By Edu Abade
South Africa and Nigeria have emerged Africa’s first and second highest contributors to the US$26billion global costs of environmental pollution caused by plastics in cigarette butts and packaging every year.
A statement by the African Tobacco Control Alliance (ATCA) revealed that its conclusion followed its analysis of research findings by the Global Centre for Good Governance in Tobacco Control, published online in the journal Tobacco Control.
It said the data analysis found that African countries with the highest smoking rate contribute the most to the cigarette filter pollution costs, estimated at $26b yearly or $186 billion every 10 years-adjusted for inflation-in waste management and marine ecosystem damage globally.
The researcher named South Africa, Nigeria, Sudan, Mozambique, Kenya and Ethiopia as the highest polluting countries in Africa, adding: “Although this amount is small compared with the annual economic losses from tobacco (US$1.4trillion per year) and may appear insignificant compared with the 8 million deaths attributable to tobacco each year, the environmental costs should not be downplayed as they are accumulating and are preventable.”
The estimate used data from the World Bank, the Organisation for Economic Cooperation and Development (OECD), the Tobacco Atlas and the World Wildlife Fund.
“Low and middle-income countries, especially in Africa with increasing smoking rates, relatively high plastic leakage, and poor waste management capacity; bear the brunt of this environmental burden,” the researcher said.
ACTA added that despite these estimates being conservative, the study’s findings underscore the urgency to mitigate tobacco plastic waste pollution, considering the potential health and ecological implications of accumulated toxic chemicals within cigarette butts.
Moreover, they advocate policies to shift cleanup responsibilities to the Tobacco Industry based on the polluters pay principle.
Leonce Sessou, Executive Secretary of ATCA, a core member of the global movement Stop Tobacco Pollution Alliance, stressed the need to hold the tobacco industry accountable, saying: “We must compel the industry to address its legacy waste and redirect these funds towards independent and effective campaigns in a manner aligned with the WHO Framework Convention on Tobacco Control.”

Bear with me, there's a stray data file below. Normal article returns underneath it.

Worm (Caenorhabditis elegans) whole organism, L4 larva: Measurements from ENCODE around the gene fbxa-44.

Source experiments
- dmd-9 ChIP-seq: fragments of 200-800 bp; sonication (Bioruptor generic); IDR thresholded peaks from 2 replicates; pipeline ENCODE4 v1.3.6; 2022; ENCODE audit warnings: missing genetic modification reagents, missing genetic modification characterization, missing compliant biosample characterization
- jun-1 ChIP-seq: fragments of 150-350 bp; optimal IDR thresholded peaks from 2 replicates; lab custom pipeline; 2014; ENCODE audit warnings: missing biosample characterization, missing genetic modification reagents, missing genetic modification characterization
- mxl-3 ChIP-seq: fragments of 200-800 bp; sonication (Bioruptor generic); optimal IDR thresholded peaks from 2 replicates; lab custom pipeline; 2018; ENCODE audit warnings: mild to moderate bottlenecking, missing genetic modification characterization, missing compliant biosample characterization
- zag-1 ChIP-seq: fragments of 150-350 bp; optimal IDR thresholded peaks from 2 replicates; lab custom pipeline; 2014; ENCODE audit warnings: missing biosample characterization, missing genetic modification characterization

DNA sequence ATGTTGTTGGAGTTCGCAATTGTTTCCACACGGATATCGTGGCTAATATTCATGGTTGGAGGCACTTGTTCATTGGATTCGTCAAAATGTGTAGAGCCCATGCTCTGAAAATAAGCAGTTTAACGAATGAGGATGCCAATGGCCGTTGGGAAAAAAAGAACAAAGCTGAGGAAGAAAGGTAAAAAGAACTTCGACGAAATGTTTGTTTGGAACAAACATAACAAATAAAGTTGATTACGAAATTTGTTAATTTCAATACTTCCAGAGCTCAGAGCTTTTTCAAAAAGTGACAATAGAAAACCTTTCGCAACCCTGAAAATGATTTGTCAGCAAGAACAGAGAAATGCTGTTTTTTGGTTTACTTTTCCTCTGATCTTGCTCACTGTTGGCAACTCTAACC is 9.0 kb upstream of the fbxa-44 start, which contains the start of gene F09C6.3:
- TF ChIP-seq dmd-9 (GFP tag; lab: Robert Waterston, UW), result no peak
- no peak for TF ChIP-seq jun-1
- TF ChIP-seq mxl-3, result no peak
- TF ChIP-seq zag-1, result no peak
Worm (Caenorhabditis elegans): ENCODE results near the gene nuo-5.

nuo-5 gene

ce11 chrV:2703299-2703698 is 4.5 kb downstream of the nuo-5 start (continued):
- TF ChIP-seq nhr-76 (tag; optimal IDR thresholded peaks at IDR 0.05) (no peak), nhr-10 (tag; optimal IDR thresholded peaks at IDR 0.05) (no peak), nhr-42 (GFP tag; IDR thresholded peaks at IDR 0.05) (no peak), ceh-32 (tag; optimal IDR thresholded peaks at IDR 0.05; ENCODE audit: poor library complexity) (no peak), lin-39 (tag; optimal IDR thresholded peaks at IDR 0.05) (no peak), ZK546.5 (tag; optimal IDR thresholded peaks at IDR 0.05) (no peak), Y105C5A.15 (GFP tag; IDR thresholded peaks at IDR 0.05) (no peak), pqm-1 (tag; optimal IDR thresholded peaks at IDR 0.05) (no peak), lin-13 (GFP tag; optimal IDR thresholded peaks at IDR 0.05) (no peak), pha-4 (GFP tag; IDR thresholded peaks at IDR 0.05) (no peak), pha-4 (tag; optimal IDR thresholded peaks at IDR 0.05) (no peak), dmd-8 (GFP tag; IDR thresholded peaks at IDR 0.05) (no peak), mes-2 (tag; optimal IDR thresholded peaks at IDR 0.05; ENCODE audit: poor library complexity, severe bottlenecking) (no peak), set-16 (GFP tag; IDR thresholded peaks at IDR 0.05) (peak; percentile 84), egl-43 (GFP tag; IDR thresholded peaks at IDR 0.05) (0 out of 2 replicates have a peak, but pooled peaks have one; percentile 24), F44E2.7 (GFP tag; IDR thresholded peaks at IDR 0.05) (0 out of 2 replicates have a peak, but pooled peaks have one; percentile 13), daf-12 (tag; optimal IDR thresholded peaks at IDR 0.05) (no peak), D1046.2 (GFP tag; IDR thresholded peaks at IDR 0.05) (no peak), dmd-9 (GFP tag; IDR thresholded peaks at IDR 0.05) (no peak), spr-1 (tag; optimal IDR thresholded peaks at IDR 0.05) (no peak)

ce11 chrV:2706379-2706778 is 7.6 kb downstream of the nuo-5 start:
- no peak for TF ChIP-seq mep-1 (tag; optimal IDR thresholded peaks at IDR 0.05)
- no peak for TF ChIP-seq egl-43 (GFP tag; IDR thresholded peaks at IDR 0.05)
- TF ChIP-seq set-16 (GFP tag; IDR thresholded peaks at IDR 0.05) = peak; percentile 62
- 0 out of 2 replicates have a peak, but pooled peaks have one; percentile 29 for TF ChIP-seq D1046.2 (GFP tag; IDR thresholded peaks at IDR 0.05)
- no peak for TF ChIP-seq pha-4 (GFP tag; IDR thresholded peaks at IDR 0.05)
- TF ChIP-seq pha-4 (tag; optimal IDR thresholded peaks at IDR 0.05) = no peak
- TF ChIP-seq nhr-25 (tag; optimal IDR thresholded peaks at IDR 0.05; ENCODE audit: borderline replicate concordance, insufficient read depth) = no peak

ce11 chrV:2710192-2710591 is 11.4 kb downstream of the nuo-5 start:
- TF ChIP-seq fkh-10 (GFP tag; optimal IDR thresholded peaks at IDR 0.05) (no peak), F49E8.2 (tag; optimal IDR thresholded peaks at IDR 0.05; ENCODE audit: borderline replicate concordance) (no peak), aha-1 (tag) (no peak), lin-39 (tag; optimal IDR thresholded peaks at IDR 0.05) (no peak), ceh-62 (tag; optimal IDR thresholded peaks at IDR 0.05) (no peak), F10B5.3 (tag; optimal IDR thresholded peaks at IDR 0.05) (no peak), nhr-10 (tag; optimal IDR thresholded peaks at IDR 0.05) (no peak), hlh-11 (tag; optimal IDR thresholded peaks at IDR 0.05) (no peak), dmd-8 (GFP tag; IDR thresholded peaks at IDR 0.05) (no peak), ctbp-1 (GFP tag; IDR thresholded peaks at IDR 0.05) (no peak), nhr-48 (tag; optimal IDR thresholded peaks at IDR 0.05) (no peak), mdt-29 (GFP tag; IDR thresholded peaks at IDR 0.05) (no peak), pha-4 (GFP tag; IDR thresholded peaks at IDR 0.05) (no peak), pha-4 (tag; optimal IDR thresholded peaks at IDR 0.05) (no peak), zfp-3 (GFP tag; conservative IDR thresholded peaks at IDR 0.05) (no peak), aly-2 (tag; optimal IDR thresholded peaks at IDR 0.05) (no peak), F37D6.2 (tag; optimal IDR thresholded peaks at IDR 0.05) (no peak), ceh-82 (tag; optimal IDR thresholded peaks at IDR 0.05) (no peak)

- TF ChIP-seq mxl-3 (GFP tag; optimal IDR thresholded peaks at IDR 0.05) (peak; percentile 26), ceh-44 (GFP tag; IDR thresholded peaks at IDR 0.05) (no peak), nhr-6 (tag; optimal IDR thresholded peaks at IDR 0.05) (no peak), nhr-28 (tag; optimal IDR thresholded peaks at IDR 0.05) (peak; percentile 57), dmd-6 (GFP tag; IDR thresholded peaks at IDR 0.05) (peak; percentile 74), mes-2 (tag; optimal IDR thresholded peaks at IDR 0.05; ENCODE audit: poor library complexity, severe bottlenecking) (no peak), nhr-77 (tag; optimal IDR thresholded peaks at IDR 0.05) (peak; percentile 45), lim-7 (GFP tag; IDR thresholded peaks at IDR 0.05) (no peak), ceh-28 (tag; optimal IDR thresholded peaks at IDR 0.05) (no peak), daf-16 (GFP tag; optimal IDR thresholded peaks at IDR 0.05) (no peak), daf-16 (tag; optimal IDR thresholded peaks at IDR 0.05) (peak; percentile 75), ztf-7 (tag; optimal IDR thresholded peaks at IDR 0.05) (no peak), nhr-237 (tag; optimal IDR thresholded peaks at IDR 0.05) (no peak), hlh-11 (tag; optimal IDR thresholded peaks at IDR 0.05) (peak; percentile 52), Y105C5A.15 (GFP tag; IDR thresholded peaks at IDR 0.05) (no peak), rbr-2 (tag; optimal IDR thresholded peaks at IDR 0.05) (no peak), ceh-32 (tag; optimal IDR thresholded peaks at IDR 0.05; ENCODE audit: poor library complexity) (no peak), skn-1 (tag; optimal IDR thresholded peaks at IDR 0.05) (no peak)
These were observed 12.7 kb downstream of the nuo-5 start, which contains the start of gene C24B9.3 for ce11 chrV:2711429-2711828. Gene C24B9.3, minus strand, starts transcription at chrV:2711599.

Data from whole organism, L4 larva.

Recent revelations from the Global Tobacco Index underscored the deceptive greenwashing tactics employed by the tobacco industry and Sessou underlined the necessity for an immediate ban on cigarette filters in the global plastics treaty currently under negotiation, a position supported by the WHO in its submission to the treaty negotiations.
Insisting that plastic pollution also affects climate change, which is now being tackled at COP28 of the UN FCCC, he said the Plastics Treaty Negotiations (INC3) was concluded in Nairobi, Kenya in November 2023 with the next negotiations slated for April 2024 in Ottawa, Canada.
According to the WHO, while smoking prevalence in the African region remains lower compared to other regions, the escalating rates of tobacco use necessitate attention and action.
ATCA is a non-profit, non-political, Pan-African network of civil society organisations headquartered in Lome, Togo. With 131 members in 39 countries, ATCA is dedicated to promoting public health and curbing the tobacco epidemic in the continent.
The alliance is an observer to the WHO FCTC Conference of Parties. It has a Special Consultative Status with the United Nations Economic and Social Council (ECOSOC) and is accredited as a regional non-state actor (NSA) with the WHO AFRO.